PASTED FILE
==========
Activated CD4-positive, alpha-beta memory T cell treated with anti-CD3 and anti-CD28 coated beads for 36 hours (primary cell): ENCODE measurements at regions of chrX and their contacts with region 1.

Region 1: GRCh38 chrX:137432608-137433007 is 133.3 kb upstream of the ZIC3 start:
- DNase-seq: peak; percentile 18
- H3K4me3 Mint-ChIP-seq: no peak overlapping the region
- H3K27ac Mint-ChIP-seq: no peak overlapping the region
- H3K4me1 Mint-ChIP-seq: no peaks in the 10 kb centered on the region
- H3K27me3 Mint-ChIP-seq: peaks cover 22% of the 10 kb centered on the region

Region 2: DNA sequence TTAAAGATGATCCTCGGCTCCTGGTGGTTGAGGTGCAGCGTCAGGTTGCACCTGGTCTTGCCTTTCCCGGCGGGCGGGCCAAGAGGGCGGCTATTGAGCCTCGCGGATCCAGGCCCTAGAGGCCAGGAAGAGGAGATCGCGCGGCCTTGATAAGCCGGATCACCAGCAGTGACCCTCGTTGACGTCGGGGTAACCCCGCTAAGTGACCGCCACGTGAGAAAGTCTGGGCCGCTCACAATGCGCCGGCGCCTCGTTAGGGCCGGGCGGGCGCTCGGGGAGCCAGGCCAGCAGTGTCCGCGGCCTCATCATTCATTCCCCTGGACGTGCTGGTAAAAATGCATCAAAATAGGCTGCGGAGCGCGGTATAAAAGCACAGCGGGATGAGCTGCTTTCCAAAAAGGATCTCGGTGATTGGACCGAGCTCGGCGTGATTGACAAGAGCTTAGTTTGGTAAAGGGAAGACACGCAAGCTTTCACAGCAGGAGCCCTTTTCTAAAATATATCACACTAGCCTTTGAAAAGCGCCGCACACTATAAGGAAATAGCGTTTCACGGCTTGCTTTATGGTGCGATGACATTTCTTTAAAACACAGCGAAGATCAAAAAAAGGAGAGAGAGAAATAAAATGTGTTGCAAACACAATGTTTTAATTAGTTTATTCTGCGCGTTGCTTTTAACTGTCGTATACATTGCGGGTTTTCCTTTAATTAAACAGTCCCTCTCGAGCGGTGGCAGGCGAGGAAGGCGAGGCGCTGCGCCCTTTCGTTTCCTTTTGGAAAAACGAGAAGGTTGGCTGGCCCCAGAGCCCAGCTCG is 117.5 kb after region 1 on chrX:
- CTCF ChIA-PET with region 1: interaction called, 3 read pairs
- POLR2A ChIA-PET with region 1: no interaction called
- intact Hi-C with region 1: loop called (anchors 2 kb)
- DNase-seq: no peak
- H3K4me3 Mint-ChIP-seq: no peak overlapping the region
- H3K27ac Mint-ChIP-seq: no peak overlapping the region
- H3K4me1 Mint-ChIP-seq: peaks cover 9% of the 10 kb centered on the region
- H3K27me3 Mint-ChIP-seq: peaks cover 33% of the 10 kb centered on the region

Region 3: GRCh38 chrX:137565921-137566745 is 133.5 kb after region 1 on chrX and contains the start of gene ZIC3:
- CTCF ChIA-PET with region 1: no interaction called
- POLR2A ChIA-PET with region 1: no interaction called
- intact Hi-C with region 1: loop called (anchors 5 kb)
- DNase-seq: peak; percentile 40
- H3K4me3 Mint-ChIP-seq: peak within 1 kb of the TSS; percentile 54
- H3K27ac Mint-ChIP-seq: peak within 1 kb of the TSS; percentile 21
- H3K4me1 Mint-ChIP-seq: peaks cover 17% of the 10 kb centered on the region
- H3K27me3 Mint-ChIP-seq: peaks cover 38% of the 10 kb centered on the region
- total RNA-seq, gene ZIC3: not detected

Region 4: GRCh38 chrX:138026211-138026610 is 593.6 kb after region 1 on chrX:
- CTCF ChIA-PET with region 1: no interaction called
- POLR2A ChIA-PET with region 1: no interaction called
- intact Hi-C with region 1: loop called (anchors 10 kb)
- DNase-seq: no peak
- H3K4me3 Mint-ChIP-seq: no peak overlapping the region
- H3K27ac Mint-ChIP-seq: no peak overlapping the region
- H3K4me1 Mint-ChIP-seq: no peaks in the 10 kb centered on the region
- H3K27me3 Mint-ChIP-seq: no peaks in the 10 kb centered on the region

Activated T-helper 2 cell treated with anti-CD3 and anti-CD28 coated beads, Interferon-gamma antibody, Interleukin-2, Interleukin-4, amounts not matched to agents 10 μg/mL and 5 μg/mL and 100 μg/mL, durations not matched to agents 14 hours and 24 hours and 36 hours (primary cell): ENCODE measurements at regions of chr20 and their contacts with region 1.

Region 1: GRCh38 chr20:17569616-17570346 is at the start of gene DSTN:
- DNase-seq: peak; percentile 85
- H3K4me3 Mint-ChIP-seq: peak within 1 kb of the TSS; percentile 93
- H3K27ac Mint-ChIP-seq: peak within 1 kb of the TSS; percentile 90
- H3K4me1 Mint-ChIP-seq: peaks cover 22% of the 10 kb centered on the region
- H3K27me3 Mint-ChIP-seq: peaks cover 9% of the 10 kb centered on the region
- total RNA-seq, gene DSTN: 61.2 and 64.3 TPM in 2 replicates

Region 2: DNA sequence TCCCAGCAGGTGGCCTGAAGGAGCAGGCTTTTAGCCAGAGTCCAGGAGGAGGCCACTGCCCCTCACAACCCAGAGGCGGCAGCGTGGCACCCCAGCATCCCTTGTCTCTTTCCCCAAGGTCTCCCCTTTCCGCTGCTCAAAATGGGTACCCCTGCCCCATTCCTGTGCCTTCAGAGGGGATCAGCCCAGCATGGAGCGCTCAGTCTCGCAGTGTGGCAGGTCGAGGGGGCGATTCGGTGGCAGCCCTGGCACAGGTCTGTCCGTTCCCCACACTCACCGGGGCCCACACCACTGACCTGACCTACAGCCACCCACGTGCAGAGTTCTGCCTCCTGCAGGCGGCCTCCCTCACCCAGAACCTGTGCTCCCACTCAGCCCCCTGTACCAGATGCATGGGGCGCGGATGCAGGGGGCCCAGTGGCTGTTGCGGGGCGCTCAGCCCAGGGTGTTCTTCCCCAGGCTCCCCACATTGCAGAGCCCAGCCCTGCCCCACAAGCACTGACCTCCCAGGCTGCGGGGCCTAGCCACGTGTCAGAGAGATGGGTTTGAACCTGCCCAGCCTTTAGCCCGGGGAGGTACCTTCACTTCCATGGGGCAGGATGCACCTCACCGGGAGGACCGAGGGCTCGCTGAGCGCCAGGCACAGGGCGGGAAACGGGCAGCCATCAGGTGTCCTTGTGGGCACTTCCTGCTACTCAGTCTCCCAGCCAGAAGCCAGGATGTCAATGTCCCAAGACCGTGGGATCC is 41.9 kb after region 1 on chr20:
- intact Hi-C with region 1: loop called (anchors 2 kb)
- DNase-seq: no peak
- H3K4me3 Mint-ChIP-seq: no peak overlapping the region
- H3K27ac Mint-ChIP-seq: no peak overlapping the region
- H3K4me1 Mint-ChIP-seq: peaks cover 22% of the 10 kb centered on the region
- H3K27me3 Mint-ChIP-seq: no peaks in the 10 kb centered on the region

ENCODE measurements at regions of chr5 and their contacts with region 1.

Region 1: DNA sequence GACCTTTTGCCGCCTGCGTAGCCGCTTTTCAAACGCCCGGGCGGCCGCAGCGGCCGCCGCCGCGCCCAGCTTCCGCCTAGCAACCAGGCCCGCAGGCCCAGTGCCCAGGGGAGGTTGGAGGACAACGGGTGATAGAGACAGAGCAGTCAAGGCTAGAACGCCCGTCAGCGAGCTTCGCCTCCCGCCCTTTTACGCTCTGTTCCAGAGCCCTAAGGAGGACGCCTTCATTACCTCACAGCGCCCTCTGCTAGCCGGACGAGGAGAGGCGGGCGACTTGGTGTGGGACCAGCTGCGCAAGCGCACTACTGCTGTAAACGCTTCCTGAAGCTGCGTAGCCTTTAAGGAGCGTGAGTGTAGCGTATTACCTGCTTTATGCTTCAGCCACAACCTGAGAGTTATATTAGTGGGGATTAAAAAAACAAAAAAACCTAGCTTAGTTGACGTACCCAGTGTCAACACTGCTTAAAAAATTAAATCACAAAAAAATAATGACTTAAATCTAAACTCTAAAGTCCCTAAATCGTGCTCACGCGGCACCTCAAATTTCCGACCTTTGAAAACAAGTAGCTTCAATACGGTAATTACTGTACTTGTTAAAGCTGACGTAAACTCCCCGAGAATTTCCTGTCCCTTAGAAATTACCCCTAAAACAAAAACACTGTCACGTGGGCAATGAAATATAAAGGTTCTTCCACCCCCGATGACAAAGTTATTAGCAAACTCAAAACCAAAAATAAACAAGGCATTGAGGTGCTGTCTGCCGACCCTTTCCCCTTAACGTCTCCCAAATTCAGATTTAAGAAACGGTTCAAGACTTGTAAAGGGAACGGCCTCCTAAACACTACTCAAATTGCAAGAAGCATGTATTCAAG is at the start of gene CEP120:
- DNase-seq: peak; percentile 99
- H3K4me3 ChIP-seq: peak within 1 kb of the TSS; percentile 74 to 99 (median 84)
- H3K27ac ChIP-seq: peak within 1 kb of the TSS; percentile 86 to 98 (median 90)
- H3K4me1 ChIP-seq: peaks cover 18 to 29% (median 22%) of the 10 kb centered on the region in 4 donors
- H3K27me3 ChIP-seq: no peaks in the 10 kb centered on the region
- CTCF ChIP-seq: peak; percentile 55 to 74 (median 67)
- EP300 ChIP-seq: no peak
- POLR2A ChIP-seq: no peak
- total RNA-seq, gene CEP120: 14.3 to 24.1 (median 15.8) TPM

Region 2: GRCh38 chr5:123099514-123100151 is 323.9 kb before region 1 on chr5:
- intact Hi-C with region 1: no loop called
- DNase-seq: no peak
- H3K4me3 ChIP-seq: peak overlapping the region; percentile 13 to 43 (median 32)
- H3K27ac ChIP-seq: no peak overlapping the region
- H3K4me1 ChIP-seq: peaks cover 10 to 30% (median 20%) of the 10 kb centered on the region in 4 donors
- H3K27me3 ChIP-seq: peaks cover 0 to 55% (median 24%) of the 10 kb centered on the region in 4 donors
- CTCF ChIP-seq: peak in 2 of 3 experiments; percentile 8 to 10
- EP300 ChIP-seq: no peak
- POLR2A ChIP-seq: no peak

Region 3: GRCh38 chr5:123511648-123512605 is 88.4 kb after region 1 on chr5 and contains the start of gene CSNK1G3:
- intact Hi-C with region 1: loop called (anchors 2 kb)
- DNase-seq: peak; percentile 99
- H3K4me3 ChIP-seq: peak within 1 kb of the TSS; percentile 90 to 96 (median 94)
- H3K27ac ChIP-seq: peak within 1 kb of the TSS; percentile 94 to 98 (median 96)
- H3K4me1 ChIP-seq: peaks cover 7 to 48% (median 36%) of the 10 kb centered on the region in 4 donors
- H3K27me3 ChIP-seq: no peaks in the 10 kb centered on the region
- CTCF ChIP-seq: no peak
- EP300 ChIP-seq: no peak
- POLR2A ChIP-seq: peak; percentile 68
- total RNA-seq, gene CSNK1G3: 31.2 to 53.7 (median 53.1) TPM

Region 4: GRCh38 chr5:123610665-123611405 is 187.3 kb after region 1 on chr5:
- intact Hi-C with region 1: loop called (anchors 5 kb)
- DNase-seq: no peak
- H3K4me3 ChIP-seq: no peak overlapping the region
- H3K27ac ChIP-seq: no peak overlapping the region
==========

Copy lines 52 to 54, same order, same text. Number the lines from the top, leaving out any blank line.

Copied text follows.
Region 1: DNA sequence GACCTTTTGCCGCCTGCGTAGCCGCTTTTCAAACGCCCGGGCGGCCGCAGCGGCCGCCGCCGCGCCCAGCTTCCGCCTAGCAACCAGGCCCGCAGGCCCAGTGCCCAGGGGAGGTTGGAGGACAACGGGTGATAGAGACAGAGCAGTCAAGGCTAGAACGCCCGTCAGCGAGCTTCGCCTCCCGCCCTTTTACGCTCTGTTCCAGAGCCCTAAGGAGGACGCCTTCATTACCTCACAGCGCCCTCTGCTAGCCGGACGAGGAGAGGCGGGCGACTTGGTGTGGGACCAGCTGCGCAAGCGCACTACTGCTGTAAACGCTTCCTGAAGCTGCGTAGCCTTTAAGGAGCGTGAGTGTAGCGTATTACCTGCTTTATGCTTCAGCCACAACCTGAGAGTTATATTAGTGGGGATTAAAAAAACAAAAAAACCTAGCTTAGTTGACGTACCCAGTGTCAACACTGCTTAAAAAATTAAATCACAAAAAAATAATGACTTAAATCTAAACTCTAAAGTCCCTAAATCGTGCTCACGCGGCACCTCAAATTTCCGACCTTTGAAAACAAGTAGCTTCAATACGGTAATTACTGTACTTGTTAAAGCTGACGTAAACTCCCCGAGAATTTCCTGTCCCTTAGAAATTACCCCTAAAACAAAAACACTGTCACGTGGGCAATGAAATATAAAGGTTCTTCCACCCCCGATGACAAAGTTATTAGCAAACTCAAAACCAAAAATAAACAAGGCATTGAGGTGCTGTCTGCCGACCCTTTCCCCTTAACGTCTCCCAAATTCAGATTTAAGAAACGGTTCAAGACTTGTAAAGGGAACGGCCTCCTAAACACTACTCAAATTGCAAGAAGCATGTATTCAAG is at the start of gene CEP120:
- DNase-seq: peak; percentile 99
- H3K4me3 ChIP-seq: peak within 1 kb of the TSS; percentile 74 to 99 (median 84)